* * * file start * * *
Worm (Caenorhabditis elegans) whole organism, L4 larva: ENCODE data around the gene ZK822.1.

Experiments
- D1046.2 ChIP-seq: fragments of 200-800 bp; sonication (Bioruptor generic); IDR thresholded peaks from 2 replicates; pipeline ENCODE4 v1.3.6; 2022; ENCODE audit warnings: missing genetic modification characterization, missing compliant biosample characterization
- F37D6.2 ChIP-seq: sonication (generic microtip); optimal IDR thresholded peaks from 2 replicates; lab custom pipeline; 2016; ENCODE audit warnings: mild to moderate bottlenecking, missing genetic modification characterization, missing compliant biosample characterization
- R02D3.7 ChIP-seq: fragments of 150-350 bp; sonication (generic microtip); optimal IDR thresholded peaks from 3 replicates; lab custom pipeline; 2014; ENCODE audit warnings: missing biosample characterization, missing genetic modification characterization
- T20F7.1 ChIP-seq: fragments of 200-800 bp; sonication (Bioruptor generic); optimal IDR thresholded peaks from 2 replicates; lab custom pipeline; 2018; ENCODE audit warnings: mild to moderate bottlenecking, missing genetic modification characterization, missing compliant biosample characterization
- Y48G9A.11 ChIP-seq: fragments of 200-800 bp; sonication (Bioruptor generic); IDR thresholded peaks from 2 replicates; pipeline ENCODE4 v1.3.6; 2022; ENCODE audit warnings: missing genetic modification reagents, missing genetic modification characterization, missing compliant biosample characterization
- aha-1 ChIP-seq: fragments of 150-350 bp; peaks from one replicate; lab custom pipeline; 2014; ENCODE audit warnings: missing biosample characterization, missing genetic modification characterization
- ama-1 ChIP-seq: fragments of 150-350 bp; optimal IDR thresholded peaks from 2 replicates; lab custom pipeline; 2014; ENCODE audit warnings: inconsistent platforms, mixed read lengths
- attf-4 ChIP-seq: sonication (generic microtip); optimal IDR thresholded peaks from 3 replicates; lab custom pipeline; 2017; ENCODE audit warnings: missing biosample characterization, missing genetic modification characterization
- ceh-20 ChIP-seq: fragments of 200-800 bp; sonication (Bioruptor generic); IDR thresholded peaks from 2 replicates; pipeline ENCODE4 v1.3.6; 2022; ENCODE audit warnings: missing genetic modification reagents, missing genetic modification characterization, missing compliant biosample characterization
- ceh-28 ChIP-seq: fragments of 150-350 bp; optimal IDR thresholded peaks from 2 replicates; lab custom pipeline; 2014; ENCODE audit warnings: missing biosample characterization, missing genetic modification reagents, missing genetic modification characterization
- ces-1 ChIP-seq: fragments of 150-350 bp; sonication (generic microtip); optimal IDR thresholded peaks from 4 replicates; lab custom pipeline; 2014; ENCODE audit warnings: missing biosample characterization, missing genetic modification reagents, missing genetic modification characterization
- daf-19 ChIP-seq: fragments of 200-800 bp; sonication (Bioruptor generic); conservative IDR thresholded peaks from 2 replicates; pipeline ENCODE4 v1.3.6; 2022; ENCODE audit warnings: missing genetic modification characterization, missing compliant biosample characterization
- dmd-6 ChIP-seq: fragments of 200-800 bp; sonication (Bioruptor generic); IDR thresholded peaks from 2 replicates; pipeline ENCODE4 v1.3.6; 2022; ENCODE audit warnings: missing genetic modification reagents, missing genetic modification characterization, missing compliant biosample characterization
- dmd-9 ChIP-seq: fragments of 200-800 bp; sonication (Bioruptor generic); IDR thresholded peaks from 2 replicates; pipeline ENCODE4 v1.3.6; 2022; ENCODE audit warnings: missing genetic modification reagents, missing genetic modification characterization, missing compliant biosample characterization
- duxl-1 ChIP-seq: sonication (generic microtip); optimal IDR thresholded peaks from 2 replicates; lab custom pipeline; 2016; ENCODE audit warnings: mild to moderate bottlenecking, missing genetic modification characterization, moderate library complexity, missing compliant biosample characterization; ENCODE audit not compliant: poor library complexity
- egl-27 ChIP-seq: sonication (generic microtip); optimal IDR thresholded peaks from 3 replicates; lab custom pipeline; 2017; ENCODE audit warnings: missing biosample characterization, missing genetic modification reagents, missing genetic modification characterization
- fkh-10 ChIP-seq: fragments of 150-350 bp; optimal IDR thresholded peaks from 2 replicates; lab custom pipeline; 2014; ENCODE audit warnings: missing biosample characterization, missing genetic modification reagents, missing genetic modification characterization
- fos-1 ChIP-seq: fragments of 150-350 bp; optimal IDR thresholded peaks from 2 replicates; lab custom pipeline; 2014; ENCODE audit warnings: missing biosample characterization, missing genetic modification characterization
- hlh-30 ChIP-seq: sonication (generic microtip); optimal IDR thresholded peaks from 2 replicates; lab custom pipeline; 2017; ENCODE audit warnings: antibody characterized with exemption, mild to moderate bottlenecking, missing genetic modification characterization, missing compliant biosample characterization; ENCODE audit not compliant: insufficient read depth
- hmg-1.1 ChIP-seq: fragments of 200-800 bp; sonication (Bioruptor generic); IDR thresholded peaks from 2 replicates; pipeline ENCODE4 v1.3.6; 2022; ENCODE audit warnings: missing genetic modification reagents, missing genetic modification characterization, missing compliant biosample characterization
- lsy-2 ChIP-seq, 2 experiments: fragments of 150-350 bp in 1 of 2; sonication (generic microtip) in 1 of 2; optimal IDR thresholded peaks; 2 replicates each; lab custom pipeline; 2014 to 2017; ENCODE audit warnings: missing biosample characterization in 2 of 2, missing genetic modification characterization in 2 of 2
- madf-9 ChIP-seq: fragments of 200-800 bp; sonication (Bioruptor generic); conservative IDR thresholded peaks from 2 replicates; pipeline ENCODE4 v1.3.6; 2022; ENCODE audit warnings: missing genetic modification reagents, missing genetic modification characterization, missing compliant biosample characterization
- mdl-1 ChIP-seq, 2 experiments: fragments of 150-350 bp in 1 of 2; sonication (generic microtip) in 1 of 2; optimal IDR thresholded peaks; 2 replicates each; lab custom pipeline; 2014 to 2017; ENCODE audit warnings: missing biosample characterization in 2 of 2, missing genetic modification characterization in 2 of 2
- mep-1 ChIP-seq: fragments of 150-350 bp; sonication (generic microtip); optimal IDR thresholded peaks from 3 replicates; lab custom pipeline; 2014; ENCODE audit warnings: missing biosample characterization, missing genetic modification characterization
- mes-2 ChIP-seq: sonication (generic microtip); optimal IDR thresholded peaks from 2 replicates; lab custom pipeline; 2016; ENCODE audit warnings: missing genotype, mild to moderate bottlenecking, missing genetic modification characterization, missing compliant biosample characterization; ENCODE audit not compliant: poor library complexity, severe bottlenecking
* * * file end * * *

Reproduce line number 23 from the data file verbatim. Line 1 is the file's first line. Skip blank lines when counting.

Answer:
- lsy-2 ChIP-seq, 2 experiments: fragments of 150-350 bp in 1 of 2; sonication (generic microtip) in 1 of 2; optimal IDR thresholded peaks; 2 replicates each; lab custom pipeline; 2014 to 2017; ENCODE audit warnings: missing biosample characterization in 2 of 2, missing genetic modification characterization in 2 of 2